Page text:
MORRIS – The city of Morris and a landowner on West Avenue are headed to court over a water and sewer easement.
According to Morris Mayor Richard Kopczick, the West Avenue landowner and the city disagree on how much compensation should be paid for the easement.
After attempted negotiations, the city will likely have to use eminent domain – or condemnation proceedings – to secure the easement.
At Monday’s Morris City Council meeting an ordinance authorizing condemnation proceedings for the easement was approved. The city has not publicized who the private land owner is.
“We’re going to go through condemnation proceedings at the circuit court,” Kopczick said Wednesday. “We will have an appraisal proceeding performed to find the amount we believe the easement is worth.”
The easement is needed so the city can move forward with the second phase in a four-part project aimed at preventing sewage overflows into the Illinois River.
The project was triggered by an Illinois Environmental Protection Agency mandate requiring the city to stop the overflows, but it is unfunded by the state, meaning the city is solely responsible funding the roughly $5.8 million project.
The project involves replacing several miles of sewer lines, many of which will cut through private properties, including the West Avenue property being negotiated.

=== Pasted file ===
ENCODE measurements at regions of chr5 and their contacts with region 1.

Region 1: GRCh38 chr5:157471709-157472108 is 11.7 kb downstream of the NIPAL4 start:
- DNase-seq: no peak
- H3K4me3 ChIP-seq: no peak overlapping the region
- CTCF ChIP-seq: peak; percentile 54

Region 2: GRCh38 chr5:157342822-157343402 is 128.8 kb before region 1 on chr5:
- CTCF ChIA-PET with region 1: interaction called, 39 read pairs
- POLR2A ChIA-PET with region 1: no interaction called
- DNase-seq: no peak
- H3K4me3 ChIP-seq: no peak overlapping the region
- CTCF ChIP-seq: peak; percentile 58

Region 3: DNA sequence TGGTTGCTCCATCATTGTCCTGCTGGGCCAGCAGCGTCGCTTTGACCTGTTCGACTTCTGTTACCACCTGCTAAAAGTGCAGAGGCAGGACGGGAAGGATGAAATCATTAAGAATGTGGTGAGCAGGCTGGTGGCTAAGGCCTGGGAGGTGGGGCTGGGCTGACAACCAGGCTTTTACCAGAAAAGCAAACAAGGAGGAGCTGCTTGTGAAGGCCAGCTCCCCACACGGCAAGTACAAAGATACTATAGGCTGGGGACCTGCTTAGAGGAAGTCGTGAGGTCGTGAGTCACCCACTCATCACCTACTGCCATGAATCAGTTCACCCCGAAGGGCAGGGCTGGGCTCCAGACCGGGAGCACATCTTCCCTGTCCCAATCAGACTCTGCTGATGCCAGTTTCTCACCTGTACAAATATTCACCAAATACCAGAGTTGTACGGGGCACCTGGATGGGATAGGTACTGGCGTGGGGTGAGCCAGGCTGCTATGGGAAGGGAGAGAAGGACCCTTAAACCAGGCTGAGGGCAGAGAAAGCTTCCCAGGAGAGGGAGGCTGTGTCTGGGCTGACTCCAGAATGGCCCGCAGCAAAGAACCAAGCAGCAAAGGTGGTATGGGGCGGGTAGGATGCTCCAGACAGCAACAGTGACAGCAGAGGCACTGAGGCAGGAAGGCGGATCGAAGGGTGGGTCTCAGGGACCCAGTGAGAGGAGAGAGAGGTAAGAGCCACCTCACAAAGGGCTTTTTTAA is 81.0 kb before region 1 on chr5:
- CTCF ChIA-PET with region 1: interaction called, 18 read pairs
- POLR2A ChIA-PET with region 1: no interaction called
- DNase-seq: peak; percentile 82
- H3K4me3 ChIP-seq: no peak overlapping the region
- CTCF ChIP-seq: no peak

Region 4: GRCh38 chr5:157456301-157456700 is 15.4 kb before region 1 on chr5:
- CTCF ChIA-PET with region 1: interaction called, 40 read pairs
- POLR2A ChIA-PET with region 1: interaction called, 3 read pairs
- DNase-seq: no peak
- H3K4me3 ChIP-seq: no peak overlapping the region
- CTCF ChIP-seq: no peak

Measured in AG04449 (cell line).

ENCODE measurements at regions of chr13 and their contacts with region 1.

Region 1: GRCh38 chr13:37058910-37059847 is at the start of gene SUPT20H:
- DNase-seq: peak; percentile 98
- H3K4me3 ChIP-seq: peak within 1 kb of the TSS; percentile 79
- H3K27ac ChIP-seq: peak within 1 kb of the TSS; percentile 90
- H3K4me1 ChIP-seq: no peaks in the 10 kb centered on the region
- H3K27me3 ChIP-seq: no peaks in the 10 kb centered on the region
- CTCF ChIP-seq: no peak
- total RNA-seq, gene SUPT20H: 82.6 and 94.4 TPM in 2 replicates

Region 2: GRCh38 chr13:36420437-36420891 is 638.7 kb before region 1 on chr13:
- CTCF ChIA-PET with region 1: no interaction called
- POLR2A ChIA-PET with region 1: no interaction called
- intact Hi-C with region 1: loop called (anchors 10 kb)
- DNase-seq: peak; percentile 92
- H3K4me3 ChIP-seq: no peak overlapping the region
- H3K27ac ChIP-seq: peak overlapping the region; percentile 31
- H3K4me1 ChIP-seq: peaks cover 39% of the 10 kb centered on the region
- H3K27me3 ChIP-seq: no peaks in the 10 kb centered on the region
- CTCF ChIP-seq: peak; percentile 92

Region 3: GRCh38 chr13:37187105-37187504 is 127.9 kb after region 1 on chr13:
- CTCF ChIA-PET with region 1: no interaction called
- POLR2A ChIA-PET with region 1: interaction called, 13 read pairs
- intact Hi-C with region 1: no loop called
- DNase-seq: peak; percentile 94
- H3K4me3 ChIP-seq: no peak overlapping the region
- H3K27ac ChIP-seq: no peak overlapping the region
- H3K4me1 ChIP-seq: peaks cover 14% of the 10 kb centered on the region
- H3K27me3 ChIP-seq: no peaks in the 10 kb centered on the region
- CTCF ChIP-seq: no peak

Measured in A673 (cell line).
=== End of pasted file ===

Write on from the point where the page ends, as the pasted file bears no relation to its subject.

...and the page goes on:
The city already has secured more than 10 voluntary property easements, which give public works crews access to install and maintain the lines. Until now, the city has not needed to bring their negotiations to court, Kopczick said.
“Sadly, this is our first one. All of the other properties have voluntary given us easements to come through and put in this benefit for the entire city,” Kopczick said Wednesday.
The council approved going through condemnation proceedings in a 7 to 0 vote Monday with Alderman Bill Martin absent.
“This is one remaining easement where a financial demand was placed upon the city,” City Attorney Scott Belt said during Monday’s meeting. “The [water and sewer] committee considered it and determined that pursing the acquisition of the easement through condemnation proceedings would be the most prudent.”
Also approved at council Monday, was an ordinance allowing the city access to repair city-owned water meters.
If residents do not comply with ordinance requiring them to schedule meter repairs, their water could be shut off until they make the necessary arrangements.
“We’ve tried to make arrangements with the homeowners to try and get it and change out the meter, at no cost to them,” Kopczick said Monday.
Despite the city’s efforts to contact the owners, some won’t set up their repairs, which leads to faulty meter readings and inaccurate billings. In some instances, residents are going years without repairing their meters.
Until now, the city has had no recourse.
The ordinance approved Monday stipulates the city must make several attempts to contact homeowners. If they receive no response, the water to the residence will be shut off.